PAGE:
When will insurers pay for alternative medicine?

With instances of painkiller dependency dotting Washington like a case of the chicken pox, when will health care insurers bend to demand for alternative pain treatment options? 

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With instances of painkiller dependency dotting Washington like a case of the chicken pox, when will health care insurers bend to demand for alternative pain treatment options? 

After reading recent media reports such as The Seattle Times series, “Methadone and the politics of pain,” I’ve been saddened to learn of the overwhelming number of Washington residents living in chronic pain and/or addicted to painkillers.  Also, the near universal frustration of both patients and providers for solutions is alarming.

I’m sure that all caring persons agree that no one should ever be left in agonizing pain, but is increasing dependence on painkillers the only answer?

Why is this largely an American problem?  With less than 5% of the world’s population, Americans consume 80% of painkillers sold. A recent comment on the Times website noted, “I just worked in Cuba. There (are) NO narcotics except for a couple of doses after major surgery. Tylenol is over the counter and ibuprofen by prescription. Somehow they manage and they have a lot less pain. Consider that paradox? They have no pain medicines and have less pain?"  

I’ve been encouraged to hear that some patients are managing to get off painkillers, including Cynthia Toussaint.  According to an ABC News report, she "was confined to her bed, writhing in pain from muscle spasms, unable to walk or to live a meaningful life.” Yet, ten years later, after turning to a variety of integrative medicine treatments, she resumed her singing career. Toussaint noted, "There's a whole range of under-appreciated non-traditional treatment options that are low-cost, effective, and with no side effects." 

A recent article in The St. Petersburg Times explains how addiction to prescription painkillers nearly killed ex-NFL star Randy Grimes. Yet, at a point that Grimes describes as “a spiritual moment,” he began to regain control of his life, found renewed purpose, and now works to help others to overcome the same addiction. Throughout my entire life, I’ve taken a spiritual approach to my own health and have experienced consistent, positive results.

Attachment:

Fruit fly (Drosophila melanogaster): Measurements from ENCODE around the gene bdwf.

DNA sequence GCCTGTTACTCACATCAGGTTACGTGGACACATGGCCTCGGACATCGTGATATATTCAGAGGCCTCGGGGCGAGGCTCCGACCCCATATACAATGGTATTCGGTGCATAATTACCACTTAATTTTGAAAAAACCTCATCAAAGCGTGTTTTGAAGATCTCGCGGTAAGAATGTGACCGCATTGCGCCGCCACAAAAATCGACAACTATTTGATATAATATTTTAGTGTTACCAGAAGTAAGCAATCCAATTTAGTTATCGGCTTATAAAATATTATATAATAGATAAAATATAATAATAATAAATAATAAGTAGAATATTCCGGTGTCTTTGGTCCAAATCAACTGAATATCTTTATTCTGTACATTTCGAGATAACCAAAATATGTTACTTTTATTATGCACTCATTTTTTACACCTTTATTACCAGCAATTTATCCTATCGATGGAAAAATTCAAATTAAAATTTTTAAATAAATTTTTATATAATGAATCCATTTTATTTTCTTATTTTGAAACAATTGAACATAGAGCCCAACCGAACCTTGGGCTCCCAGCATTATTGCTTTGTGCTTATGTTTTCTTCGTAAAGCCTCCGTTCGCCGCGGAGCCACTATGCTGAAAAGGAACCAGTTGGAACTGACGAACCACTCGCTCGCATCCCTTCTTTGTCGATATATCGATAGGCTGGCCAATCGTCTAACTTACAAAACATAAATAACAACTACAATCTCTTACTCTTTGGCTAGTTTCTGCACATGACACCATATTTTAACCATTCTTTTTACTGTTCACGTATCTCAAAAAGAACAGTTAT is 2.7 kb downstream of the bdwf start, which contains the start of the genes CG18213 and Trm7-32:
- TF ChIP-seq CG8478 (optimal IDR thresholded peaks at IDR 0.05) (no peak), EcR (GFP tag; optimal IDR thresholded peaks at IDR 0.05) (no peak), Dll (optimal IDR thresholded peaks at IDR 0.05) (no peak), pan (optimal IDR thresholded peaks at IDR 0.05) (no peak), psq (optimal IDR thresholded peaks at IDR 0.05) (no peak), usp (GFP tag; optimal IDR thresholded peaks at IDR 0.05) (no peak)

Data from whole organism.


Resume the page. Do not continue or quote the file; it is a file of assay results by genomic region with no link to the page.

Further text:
It’s also encouraging to read reports on therapeutic approaches that focus on thought and the mind in reducing pain. Studies at Stanford, Duke, and Wake Forest Universities have proven the effectiveness of many mind-body approaches in clinical trials.

One reason alternative therapies are not more commonly used by the public appears to be the lack of insurance coverage. According to The Seattle Times, Rep. Jim Moeller believes it is “unfortunate” that Medicaid covers narcotic painkillers, but not alternative treatments. However, there are signs this may be changing. A recent press release announced that, starting in July of 2012, the 13,000 employees of Maricopa County, AZ will have the option of an integrative approach “that embodies the philosophy and practice of healing oriented medicine, addressing mind, body, and spirit.” 

Specialists who work with patients dealing with pain have told me they support expanding health coverage to include alternative therapies that are less obtrusive and generally more affordable. 

On Dec. 16, the Obama administration surprised many by declaring that each state will now be allowed to have greater freedom in what their respective health exchanges will include. This may be a unique opportunity to include alternative treatments, especially the treatments that already qualify as medical expense deductions for federal income tax purposes. Including alternative therapies in health insurance will make them more accessible to patients, who may be struggling to find better ways to manage their pain.   

This article first appeared on Blogcritics.


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